Ode to the departed: Etta, Levon, Adam ...

Carlton Fletcher

Carlton Fletcher

If you believe in forever, and life is just a one-night stand. If there’s a rock and roll heaven, well you know they’ve got a helluva band.

— The Righteous Brothers

Death, the philosophers tell us, is a part of life, the end of a journey spent preparing for what comes next.

Such platitudes don’t, however, make it any easier when we have to say a final farewell to someone we love or someone who has dramatically impacted our lives.

If you’re a music fan, such farewells have been plentiful this year, the obituary pages announcing almost daily the loss of another artist whose music touched us in that way that only such artists can. From vocal queen Etta James back in January to greats Levon Helm, Adam Yauch, Donald “Duck” Dunn, Donna Summer, Robin Gibb, Doc Watson and Bob Welch in the last few weeks, it seems we’re losing an inordinate amount of talent as the calendar pages flip from day to day.

Singers James (who died 1-20), Johnny Otis (1-17), Jimmy Castor (leader of the Jimmy Castor Bunch, also 1-17), Whitney Houston (2-11), former Monkee Davy Jones (2-29), Band great Helm (4-17), Beastie Boy Yauch (5-4), disco/rock queen Summer (5-17), BeeGee Gibb (5-20), Bobby Thomas of the Orioles (5-3), solo/Fleetwood Mac vocalist Welch (6-7) and late Platter Herb Reed (6-4) would no doubt be a fine addition to any heavenly choir.

Then there are the great musicians: bassist Dunn (5-15), guitarist Ronnie Montrose (3-3), banjo innovator Earl Scruggs (3-28), saxophonists Tommy Marth of the Killers (4-23) and Andrew Love of the famous Memphis Horns (4-12), drummers Peter Jones of Crowded House (5-18), Robert Nix of the Atlanta Rhythm Section (5-20) and Mark “Boom Boom” McConnell of Blackfoot (5-24), as well as Flatt and Scruggs mandolin virtuoso Everett Lilly (5-8). Talk about making a joyful noise.

The list also includes lesser-known, but no less talented, artists Michael Davis (MC5, 2-17), Fred Milano (Dion & the Belmonts, 1-1), Bob Weston (Fleetwood Mac, 1-3), Ronnie Smith (K.C. & the Sunshine Band, 1-21), Thomas Andrew Kravitz-Hear (OutKast, 2-9), Red Holloway (Etta James, 2-25), Jimmy Ellis (the Trammps, 3-8), Michael Hossack (the Doobie Brothers, 3-12), Chris Etheridge (the Flying Burrito Brothers, 4-23) and Luke Brandon (the Everly Brothers, 2-15).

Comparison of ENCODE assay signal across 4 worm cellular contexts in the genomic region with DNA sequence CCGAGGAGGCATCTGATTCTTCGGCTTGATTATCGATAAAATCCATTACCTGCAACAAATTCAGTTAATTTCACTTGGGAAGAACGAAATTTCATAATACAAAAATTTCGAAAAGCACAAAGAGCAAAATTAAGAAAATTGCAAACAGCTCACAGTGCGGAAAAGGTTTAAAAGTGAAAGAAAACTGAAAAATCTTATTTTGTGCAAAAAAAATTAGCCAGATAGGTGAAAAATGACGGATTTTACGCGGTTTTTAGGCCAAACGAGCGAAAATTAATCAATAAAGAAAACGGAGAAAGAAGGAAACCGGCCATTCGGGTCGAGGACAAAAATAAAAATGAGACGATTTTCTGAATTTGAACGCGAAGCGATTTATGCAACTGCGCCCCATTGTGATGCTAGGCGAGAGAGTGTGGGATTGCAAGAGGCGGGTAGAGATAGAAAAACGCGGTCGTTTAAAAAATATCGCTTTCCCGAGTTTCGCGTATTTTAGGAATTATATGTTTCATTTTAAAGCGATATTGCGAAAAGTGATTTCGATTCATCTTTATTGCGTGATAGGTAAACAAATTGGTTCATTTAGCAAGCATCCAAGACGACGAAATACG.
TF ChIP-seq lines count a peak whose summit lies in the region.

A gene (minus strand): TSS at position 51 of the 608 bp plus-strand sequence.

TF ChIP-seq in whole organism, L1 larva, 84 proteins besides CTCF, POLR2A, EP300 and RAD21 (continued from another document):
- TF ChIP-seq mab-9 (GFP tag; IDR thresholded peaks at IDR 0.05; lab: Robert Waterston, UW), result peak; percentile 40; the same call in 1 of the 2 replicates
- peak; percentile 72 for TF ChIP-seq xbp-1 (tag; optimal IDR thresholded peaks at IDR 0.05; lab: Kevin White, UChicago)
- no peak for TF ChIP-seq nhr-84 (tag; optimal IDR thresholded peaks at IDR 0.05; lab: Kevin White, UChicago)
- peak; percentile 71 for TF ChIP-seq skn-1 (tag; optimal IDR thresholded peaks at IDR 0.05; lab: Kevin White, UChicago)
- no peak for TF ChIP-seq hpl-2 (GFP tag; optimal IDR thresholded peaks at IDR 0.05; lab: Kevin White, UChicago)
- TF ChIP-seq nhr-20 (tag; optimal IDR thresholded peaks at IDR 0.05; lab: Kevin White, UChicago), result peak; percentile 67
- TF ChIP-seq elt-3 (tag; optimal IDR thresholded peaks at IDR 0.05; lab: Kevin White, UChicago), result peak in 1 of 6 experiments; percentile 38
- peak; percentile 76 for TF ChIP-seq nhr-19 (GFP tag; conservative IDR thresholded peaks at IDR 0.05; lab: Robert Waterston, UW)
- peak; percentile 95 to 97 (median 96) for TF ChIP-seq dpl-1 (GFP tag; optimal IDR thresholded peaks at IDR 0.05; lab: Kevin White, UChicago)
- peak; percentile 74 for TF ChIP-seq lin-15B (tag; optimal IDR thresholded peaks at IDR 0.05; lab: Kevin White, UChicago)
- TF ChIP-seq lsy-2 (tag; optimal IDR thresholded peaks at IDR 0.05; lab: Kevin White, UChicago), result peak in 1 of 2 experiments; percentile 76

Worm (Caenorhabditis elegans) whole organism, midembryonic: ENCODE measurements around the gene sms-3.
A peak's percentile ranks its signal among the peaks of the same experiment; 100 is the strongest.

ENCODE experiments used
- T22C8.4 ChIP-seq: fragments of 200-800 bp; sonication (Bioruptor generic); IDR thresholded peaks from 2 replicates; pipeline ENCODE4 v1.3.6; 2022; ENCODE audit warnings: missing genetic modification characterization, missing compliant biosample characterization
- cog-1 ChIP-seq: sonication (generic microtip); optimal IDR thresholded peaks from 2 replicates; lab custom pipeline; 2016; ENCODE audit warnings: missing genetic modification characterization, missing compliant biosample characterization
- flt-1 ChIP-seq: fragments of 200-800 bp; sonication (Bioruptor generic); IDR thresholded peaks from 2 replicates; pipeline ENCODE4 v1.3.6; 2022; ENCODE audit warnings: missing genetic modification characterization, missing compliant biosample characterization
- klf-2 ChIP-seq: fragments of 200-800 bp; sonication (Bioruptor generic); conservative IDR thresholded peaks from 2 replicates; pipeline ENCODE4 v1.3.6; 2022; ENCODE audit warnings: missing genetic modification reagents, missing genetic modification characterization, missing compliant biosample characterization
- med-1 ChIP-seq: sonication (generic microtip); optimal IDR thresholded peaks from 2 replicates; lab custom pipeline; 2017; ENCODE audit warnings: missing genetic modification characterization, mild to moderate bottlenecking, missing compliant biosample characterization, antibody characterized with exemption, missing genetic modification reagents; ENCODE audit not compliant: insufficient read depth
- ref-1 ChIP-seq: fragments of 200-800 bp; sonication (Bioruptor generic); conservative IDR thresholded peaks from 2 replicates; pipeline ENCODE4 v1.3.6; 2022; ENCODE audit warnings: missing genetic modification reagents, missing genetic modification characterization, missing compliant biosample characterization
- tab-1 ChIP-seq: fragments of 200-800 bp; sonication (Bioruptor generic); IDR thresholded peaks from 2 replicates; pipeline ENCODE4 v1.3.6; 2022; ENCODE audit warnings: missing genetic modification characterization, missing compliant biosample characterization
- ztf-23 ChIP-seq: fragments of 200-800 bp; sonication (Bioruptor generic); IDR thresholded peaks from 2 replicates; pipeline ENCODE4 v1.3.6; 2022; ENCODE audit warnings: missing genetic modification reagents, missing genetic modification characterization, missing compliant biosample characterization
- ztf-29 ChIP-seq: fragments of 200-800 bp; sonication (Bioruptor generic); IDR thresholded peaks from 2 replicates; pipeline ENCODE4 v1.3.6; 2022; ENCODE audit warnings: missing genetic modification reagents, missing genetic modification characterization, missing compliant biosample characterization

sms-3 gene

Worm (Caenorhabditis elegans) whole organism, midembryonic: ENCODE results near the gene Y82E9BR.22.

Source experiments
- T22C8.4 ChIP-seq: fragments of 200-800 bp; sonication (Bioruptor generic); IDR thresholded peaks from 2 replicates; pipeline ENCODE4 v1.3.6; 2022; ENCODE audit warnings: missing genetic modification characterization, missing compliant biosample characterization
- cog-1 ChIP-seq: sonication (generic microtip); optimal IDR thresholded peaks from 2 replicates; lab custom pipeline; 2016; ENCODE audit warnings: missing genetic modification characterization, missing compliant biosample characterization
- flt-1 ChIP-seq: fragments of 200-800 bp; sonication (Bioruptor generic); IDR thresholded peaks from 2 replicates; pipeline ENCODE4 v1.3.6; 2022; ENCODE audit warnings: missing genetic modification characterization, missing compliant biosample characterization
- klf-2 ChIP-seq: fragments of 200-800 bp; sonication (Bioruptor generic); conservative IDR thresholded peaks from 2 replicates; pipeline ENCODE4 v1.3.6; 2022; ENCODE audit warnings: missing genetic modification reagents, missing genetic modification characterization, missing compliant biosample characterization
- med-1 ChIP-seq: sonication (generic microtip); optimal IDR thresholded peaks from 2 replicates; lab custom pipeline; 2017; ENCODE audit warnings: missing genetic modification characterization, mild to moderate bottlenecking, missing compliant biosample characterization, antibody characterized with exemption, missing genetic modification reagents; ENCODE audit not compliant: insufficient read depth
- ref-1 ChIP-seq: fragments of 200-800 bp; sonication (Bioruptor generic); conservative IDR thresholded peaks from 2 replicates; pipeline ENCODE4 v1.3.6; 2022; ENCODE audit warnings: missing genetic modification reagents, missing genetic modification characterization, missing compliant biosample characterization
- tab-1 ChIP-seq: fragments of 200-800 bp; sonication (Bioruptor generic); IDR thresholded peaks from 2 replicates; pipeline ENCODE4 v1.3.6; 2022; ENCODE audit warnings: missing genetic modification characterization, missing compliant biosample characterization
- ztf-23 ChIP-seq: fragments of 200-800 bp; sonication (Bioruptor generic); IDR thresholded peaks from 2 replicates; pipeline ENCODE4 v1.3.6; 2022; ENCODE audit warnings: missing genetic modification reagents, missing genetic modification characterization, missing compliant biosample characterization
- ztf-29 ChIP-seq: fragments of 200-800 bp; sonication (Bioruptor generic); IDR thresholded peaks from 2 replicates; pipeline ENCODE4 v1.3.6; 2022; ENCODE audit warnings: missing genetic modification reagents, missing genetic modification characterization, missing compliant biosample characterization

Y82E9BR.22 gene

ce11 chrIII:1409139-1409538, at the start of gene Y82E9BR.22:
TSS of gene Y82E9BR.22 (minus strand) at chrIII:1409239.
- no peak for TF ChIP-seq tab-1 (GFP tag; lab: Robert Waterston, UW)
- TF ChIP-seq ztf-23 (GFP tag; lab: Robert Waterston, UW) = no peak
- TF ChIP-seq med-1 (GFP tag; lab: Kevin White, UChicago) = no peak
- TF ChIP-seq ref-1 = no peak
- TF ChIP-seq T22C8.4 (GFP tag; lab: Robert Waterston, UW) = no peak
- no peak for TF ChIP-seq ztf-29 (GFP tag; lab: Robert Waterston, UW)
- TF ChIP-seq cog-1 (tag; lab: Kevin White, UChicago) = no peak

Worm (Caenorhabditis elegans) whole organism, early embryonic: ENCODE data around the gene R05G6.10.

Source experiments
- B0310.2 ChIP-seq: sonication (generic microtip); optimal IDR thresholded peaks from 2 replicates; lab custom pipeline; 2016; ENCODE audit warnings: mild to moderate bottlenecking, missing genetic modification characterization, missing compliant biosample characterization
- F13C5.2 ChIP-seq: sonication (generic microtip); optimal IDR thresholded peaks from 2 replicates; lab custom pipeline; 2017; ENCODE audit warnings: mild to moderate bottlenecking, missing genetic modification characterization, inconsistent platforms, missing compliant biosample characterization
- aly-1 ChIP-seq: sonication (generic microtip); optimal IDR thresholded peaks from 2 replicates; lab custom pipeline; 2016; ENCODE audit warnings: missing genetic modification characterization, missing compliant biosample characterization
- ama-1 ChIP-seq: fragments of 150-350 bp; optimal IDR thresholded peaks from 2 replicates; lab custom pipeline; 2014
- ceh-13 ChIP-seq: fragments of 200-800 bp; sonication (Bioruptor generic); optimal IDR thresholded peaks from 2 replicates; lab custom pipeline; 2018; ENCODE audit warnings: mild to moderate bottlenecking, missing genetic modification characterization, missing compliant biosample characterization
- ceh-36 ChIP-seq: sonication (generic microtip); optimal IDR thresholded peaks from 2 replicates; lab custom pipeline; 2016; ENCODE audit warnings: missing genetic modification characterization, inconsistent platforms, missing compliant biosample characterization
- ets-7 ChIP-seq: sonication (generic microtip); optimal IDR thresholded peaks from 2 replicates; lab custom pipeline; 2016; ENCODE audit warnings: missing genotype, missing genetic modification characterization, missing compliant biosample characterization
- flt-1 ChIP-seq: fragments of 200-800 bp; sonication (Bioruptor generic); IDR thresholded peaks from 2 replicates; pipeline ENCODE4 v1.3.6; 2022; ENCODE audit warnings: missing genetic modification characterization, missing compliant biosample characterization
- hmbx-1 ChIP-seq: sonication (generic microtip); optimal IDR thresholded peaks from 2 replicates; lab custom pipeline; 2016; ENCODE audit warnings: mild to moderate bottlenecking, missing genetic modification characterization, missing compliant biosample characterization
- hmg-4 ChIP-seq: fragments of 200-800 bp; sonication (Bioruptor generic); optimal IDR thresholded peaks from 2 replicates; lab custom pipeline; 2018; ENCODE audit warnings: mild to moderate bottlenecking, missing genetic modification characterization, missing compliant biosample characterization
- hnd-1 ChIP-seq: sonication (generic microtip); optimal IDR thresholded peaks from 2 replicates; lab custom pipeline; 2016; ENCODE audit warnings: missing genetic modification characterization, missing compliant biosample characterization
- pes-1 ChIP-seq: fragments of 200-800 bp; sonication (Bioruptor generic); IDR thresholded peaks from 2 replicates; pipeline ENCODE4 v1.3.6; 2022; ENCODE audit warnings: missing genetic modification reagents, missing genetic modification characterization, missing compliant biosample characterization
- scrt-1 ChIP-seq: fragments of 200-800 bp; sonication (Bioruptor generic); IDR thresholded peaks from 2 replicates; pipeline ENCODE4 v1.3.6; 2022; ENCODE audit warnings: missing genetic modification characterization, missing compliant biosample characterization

Two men who were not musicians but were instrumental in introducing fans to many of their favorite artists — Don Cornelius of “Soul Train” fame (2-1) and “American Bandstand’s” beloved Dick Clark (4-18) — are also among 2012’s list of gone-but-not-forgotten musical icons.

Perhaps this year’s list of the musically departed is no longer or shorter than most other such annual lists. Maybe it just seems that way because so many big-name and influential artists are on the list, one seemingly after the other.

And maybe it just hits a little closer to home when artists who were such an influential part of the baby boom generation’s musical education are among the departed, an alarming number of them taking their own lives. Who can listen to the Band’s “The Weight” or the Platters’ “Smoke Gets in Your Eyes” or the Beastie Boys’ “Intergalactic” or the Monkees’ “Daydream Believer” or the BeeGees’ “Words” now and not feel a sense of loss?

Certainly our lives have a little more joy in them because these artists left their work behind for us to treasure. But because that joy will now be tempered by a sometimes overwhelming sense of loss, the musical treasures we cling so tightly to will forever after be bittersweet.

Respect to all ... may they rest in peace ... Long may your music play on.

Email Carlton Fletcher at carlton.fletcher@albanyherald.com.